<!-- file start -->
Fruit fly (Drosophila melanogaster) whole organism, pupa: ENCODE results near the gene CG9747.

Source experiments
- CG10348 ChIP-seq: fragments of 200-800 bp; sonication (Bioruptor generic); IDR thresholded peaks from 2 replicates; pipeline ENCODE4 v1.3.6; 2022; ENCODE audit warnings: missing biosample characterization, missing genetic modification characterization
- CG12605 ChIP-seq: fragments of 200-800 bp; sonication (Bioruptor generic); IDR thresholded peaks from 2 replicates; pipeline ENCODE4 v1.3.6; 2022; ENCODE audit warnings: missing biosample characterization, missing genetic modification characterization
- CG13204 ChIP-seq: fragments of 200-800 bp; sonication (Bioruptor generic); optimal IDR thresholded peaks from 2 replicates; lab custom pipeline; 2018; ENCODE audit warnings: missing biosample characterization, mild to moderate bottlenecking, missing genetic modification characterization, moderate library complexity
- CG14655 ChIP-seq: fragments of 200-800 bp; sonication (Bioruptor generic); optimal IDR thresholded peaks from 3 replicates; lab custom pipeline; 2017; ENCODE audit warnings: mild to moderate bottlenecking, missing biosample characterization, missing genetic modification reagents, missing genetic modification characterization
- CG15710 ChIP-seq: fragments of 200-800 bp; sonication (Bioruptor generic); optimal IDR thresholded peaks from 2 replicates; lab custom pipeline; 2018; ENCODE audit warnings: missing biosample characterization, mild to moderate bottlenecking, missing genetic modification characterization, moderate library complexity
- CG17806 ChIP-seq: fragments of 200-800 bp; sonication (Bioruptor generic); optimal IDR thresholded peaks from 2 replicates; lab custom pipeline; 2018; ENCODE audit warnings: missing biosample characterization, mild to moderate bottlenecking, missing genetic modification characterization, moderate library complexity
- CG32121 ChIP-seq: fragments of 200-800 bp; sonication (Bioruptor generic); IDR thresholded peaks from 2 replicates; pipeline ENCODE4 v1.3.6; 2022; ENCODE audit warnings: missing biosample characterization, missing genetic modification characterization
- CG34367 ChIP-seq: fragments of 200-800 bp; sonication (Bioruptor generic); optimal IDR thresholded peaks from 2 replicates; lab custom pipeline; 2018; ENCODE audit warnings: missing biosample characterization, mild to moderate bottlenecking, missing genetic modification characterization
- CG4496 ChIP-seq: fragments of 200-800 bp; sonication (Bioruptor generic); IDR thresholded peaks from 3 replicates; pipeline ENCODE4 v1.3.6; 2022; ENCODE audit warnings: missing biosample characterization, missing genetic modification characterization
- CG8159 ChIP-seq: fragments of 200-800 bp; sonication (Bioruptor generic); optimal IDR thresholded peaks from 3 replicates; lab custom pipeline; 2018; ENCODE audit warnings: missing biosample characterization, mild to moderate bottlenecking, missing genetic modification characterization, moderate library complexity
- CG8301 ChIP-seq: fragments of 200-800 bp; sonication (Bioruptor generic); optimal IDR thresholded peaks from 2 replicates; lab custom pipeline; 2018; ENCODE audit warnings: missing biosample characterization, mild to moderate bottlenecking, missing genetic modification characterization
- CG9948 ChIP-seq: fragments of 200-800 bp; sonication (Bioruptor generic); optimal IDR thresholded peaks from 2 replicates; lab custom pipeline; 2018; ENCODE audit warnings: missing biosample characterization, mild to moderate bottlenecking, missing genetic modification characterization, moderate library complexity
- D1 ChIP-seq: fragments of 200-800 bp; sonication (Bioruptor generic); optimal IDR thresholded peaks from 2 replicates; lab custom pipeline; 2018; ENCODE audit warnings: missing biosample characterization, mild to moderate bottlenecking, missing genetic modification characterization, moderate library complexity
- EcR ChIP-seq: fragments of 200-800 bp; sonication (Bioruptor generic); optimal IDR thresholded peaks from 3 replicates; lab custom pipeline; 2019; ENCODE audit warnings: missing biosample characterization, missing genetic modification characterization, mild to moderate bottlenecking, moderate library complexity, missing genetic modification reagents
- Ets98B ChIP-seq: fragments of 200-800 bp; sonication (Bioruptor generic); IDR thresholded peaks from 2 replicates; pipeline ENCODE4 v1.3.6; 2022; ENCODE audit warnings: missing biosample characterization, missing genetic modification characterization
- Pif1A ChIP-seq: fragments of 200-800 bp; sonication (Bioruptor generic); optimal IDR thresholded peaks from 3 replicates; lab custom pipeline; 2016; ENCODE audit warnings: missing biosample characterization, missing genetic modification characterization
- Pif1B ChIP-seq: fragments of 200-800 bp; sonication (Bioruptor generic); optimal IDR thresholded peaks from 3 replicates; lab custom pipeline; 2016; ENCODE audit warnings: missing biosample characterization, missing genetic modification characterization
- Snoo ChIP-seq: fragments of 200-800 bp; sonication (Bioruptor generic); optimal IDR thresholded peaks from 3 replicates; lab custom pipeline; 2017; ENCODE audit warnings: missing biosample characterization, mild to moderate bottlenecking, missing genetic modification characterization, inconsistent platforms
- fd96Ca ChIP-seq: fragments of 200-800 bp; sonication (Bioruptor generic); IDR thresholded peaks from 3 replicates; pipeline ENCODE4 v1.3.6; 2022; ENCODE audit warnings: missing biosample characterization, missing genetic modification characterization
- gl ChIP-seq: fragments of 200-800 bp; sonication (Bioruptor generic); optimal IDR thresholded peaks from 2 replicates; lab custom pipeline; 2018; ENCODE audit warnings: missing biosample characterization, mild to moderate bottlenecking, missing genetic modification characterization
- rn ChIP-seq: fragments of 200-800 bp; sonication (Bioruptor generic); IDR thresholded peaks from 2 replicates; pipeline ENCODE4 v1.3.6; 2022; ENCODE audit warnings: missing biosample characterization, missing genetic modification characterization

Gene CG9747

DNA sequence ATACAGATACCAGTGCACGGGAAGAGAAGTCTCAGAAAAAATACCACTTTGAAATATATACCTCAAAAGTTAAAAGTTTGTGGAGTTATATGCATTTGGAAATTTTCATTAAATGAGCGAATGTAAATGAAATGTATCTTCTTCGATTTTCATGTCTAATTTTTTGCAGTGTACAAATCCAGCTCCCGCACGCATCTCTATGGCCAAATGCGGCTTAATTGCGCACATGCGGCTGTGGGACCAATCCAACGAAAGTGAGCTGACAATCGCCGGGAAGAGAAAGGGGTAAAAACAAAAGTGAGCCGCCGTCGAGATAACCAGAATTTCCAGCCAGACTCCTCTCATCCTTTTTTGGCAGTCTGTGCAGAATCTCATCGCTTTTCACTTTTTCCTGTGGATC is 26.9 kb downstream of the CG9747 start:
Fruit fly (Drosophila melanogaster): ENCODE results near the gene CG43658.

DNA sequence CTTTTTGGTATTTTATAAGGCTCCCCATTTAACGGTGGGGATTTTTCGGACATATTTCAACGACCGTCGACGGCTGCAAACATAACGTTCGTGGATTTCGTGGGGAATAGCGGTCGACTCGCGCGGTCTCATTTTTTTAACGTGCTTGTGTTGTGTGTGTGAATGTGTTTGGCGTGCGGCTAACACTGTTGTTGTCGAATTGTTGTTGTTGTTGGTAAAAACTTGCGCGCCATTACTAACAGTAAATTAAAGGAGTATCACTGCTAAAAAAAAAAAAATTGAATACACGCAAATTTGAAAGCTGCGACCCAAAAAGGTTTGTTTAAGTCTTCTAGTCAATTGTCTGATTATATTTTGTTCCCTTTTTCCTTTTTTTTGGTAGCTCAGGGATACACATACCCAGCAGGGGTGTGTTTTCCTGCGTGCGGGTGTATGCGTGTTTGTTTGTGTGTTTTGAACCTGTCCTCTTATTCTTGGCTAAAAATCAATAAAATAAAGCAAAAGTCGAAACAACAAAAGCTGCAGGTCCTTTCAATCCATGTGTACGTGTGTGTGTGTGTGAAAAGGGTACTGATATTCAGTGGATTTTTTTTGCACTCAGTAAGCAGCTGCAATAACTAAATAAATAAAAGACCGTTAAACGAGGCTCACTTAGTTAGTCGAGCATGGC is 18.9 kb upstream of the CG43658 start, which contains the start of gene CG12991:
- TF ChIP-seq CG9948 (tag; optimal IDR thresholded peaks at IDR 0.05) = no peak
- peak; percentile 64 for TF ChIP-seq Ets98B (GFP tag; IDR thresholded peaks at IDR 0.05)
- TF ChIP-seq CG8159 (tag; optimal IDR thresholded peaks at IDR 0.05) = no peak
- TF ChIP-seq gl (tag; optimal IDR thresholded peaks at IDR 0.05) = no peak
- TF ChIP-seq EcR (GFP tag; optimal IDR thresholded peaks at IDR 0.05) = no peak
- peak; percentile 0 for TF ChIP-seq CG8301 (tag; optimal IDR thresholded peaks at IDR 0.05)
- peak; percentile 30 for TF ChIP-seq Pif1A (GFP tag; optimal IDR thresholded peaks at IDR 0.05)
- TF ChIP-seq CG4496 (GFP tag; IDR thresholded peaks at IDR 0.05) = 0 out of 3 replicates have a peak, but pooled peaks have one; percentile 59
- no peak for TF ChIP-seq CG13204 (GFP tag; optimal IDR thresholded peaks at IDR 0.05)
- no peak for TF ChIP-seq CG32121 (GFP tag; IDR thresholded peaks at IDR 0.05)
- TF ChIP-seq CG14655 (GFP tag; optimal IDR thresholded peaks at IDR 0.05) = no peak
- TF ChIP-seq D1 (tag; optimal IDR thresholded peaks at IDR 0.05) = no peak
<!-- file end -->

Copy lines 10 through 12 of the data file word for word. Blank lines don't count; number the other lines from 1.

- CG34367 ChIP-seq: fragments of 200-800 bp; sonication (Bioruptor generic); optimal IDR thresholded peaks from 2 replicates; lab custom pipeline; 2018; ENCODE audit warnings: missing biosample characterization, mild to moderate bottlenecking, missing genetic modification characterization
- CG4496 ChIP-seq: fragments of 200-800 bp; sonication (Bioruptor generic); IDR thresholded peaks from 3 replicates; pipeline ENCODE4 v1.3.6; 2022; ENCODE audit warnings: missing biosample characterization, missing genetic modification characterization
- CG8159 ChIP-seq: fragments of 200-800 bp; sonication (Bioruptor generic); optimal IDR thresholded peaks from 3 replicates; lab custom pipeline; 2018; ENCODE audit warnings: missing biosample characterization, mild to moderate bottlenecking, missing genetic modification characterization, moderate library complexity